Splashing around there in the pool, I suddenly saw a picture of our thermostat show up in front of my eyes.

We experience these flickers of images all day long every day, and we rarely notice them. They are more apparent when our eyes are closed, but they happen all the time. If I start writing about elephants and how they are big and grey and sometimes have red flowers painted on their foreheads, you may start to see a faint image of an elephant, even though there’s neither a picture of an elephant on this page, nor – likely – an elephant in the room with you right now. But notice how a mental image of an elephant, like a flash of a memory, appears to your awareness.

That’s what happened to me in the pool that night: I saw a clear picture of this thermostat with the number 83 in its screen. Wow, I thought. There it is. Now, I brought in the boomerang inquiry: what does this reflect back to me about me? What seems to be reflected back to me when I look at that plastic box with the digital number 83 appearing?

Resting with that image there, I saw something deeper than the power or guilt struggle. I saw that I thought this little plastic box with the number 83 meant that I had failed. In fact, that I was fucked, and that this was it. No options, no future relief, just failed and fucked.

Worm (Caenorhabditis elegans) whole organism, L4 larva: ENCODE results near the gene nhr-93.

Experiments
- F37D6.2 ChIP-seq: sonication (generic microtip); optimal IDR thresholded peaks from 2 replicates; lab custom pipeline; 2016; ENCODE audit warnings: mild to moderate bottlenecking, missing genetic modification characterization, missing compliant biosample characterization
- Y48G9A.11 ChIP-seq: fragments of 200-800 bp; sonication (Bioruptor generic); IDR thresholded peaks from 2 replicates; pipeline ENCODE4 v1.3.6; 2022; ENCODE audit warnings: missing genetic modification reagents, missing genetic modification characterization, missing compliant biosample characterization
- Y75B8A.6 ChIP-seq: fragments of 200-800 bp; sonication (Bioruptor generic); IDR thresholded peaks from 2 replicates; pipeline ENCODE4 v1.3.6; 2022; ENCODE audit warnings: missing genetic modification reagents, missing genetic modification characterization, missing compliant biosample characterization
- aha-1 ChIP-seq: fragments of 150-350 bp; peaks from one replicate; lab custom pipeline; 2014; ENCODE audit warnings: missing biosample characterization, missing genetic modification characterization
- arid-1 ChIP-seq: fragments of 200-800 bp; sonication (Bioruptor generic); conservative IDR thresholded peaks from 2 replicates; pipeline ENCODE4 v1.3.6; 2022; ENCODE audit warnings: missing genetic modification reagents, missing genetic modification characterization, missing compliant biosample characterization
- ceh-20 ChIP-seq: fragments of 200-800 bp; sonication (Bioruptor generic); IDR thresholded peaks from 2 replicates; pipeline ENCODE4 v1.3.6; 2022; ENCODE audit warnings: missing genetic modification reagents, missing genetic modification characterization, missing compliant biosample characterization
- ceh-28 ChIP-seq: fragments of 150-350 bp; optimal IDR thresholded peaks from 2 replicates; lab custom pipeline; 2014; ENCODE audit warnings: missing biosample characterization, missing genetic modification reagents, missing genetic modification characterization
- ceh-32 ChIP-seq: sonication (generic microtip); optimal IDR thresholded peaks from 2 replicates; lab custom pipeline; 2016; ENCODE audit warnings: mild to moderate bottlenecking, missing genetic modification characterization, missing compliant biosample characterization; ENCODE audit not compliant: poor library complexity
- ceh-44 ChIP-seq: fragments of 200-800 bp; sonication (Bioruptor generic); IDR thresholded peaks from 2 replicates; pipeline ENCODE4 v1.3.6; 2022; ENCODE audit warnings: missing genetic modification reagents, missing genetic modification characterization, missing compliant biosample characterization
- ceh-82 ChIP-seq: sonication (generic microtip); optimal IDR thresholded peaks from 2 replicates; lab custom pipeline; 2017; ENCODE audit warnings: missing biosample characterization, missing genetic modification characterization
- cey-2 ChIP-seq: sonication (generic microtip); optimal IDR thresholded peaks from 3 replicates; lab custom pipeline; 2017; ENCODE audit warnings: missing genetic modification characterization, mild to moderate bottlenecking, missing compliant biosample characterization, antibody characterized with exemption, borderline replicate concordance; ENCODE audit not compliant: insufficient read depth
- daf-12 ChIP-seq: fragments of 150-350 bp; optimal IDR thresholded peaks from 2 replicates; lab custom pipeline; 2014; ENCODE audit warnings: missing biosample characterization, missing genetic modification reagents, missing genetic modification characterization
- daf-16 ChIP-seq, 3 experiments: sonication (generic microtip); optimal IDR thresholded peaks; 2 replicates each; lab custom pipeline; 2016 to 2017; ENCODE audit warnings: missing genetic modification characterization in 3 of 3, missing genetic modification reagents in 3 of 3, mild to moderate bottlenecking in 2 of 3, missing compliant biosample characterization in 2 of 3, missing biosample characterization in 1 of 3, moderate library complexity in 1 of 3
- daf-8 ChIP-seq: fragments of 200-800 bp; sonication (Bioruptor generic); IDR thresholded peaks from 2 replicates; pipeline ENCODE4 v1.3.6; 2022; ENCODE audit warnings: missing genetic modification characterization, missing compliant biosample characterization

I’m smiling as I type this, as I can see that readers might want to jump in and convince me that this isn’t the case, to talk me out of it, to show me all the evidence that proves that I’m not, in fact, fucked and that I haven’t irreparably and finally failed. Which is all fine, and I can appreciate your good cheer and well-wishes, but that’s not quite how we play this particular looking game.

In this game, we rest. Right here, with exactly what is arising. So, if the thought, “I’ve failed completely and I’m just fucked” is coming through, we – I – rest right there. Space for the words to come and go. Space for the picture of the thermostat. And – most directly – space and rest for whatever physical sensations may be appearing along with these thoughts and pictures. Simply noticing the subtleties, our seemingly rigid experience may begin to loosen.

I was able to look to see if the picture of the thermostat was actually saying anything. And, when I got home, I got to pause in front of the actual object and listen to hear if it was saying anything. I may have water in my ears, but I didn’t hear it say anything. Not even, “You’re fucked.” I checked, Is this thermostat me? Is it the one who had failed completely?

And, if it seemed so, I could look a little more closely: what else is happening in my present experience? Is there a sensation of energy in the body? Is that feeling me? Is there another thought? Another picture? Pausing, I could directly look and see.

So now you, too, can relax



and look into your present experience, a little more closely.


What do you notice?



Do you see how they come and go?


Do you notice how the arise and move around without making a sound?


Do you notice how pictures appear like flashes, like flickers of memories of the past or memories of the future?

Pause, right here. Rest, and look, a little more closely.